It is the Year of the Horse this year according to the Chinese zodiac. Chinese New Year is possibly the most traditional festival and ritual in Singapore. It begins with the reunion dinner on New Year Eve followed by numerous house visits on the subsequent days. We usually visit the houses of the oldest in the family first as a show of respect. Chinese believe that ‘people’ are a kind of good aura so it is a tradition to host many guests so as to accumulate the good aura in the house. The more good aura you have, the higher the likelihood of the family having a great year ahead. Singapore people are a pragmatic, modern bunch but we get quite traditional during Chinese New Year – new $$$ notes and clothes to signify a new start; red decorations in the house to acquire the good festive aura; an abundance of food to signify a year of good harvest and abundance ahead. What I dislike most about Chinese New Year is the incessant waiting when we play host and wait for the arrival of the guests. It seems impolite to call and rush them so all we can do is to patiently wait. I find this social custom quite annoying and I lose a lot of time waiting as a result of this custom.
What I like most about Chinese New Year is the ‘yu sheng’. It is apparently a rather Straits Chinese dish. I like the tradition of tossing the vegetables while saying something auspicious as a group. It gets messy but it’s fun and unique in its own way.
I also really love the pineapple tarts. I love how they are made by families rather than factories. I love receiving handmade pineapple tarts from friends and family, it’s really heart-warming. 🙂 The number of handmade things in Singapore is decreasing in a worrying manner. I hope this tradition can go on.
Something really bothers me during Chinese New Year though. I have seen so many relatives, young and old, in a matter of 2 days. With regards to some of them, I only meet them on this occasion. When I meet so many different people in a short span of time, I feel that I understand life better. The youngest children crave for the attention of the adults while the oldest folks crave for the love and care of their children. At the beginning and towards the end, people know that people are the most important to them. I wonder where did money come in. I wonder why the people in the middle phase of their lives crave for money and more money. Why do we yearn for something that eventually would not be important to us? I feel that life is bigger than money. I want to live life with dreams that can possibly change the world in a practical and realistic manner. Giving is definitely more rewarding than getting.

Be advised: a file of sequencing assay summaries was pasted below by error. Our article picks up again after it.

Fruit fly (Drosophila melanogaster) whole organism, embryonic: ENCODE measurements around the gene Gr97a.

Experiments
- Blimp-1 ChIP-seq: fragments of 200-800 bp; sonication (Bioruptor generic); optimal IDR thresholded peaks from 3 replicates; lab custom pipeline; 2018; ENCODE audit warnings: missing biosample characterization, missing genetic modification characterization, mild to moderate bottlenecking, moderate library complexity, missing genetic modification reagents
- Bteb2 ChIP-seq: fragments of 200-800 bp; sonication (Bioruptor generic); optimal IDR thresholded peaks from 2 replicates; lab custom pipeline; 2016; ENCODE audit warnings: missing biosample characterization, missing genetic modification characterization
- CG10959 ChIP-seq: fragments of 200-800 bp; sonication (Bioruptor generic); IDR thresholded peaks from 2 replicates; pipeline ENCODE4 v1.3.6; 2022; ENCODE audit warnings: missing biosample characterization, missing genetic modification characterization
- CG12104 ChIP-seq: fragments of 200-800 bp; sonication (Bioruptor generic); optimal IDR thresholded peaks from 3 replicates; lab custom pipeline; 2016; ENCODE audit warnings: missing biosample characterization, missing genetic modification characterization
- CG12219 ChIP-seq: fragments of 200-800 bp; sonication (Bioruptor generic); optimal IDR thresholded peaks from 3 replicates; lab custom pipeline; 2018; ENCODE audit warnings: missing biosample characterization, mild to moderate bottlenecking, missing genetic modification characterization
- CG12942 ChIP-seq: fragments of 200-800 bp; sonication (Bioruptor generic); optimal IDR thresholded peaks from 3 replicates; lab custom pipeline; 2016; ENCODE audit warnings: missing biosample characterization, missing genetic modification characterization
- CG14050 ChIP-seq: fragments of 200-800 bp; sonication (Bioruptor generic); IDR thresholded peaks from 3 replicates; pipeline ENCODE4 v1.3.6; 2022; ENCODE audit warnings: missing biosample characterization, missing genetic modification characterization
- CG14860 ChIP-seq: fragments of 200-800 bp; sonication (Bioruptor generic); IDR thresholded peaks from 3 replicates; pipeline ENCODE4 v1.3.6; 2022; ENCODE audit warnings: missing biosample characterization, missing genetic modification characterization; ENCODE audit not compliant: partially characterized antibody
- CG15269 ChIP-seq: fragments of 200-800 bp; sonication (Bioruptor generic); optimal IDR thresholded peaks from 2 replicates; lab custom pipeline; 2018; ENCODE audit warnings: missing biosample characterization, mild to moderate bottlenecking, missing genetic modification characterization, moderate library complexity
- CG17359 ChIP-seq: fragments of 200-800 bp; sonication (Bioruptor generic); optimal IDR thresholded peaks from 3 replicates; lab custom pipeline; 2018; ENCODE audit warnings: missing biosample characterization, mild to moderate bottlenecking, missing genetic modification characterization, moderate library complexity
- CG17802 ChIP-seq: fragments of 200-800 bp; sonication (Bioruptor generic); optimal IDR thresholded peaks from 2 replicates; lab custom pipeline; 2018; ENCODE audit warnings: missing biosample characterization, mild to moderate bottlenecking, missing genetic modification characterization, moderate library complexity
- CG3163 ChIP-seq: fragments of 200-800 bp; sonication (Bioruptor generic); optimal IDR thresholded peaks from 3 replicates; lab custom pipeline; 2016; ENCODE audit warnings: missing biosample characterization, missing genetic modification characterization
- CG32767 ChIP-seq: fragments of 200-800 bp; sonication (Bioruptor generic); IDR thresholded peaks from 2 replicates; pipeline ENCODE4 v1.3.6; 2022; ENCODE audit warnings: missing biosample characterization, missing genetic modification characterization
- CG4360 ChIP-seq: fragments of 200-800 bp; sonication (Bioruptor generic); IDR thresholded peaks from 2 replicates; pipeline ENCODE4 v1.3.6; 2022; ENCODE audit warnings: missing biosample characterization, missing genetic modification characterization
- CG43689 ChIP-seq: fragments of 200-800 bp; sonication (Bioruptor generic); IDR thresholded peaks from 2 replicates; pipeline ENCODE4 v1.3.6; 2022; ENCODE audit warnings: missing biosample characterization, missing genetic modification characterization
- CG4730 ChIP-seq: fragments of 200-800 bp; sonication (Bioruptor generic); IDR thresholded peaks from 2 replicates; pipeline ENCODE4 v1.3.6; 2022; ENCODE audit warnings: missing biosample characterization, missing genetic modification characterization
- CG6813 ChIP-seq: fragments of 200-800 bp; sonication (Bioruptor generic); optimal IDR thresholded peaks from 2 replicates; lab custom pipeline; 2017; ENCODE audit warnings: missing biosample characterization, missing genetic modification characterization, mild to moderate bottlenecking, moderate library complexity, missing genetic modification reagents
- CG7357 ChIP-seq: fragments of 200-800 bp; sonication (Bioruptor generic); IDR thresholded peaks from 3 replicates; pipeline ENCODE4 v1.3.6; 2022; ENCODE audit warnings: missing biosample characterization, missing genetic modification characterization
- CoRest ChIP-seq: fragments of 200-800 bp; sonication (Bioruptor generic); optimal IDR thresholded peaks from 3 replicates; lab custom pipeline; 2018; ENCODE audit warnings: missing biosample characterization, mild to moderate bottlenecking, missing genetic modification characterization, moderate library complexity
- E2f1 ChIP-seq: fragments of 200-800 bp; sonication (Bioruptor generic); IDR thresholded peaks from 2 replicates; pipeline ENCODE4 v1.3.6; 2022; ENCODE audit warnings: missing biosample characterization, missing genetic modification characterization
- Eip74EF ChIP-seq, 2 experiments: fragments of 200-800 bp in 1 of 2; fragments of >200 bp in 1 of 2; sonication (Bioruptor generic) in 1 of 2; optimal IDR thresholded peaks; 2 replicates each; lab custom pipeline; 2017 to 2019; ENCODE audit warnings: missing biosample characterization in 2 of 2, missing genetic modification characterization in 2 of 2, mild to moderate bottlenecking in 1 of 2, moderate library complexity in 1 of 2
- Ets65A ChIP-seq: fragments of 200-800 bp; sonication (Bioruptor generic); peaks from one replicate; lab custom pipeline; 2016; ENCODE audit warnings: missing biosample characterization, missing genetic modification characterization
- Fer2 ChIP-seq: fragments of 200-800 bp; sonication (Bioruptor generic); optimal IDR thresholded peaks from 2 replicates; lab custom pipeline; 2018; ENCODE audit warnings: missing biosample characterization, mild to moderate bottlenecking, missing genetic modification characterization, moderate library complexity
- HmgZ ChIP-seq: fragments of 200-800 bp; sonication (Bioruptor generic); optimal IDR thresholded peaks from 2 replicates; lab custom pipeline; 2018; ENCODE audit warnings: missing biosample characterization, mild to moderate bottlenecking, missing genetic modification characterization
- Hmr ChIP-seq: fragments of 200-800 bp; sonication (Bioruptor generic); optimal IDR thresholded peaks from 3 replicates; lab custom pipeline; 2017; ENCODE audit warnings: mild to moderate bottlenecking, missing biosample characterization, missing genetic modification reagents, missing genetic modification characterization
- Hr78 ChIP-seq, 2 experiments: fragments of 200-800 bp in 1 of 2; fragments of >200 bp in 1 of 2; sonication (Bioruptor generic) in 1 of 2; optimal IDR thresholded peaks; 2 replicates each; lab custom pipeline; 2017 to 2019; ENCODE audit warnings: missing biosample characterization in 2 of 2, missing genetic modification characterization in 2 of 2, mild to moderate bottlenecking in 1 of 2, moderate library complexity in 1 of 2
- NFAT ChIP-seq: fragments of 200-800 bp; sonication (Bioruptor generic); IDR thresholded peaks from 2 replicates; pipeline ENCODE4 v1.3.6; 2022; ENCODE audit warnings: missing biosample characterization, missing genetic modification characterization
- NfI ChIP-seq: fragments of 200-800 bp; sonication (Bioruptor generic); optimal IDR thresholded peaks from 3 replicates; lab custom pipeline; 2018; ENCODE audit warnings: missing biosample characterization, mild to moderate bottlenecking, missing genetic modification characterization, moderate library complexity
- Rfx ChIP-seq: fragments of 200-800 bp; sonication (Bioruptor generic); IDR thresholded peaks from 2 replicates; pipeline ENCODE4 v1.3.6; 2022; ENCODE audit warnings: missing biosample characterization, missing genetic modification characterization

I also wonder about being Chinese given that people around the world does not celebrate Chinese New Year in the same fashion. The idea of reunion is certainly weaker in Singapore as compared to Malaysia, China and Taiwan where the countries are bigger and Chinese New Year is a opportune time for family members to get together. The Chinese New Year delicacies also differ from one place to the other. Furthermore, the Vietnamese also celebrate the Lunar New Year and it is also the biggest festival of the year for them. How ‘Chinese’ am I when I celebrate Chinese New Year in Singapore?
On another note, I also attended the River Hongbao at the Float @ Marina this year. It’s a pretty interesting contrast – Chinese-styled mega lanterns against one of the most modern city landscape in the world. The event is not as touristy as I imagined it to be, there was a carnival with the various game booths and food stalls, a stage with performance and an area for people to play a word quiz (灯谜). I sat at the spectator’s stand, drank local beer, watched the dance of fancy green laser from the Marina Bay Sands (MBS) hotel and listened to the local Malay folk music performed in the middle of Chinese-styled mega lanterns. This is Singapore and I am utterly in love with the contrasts.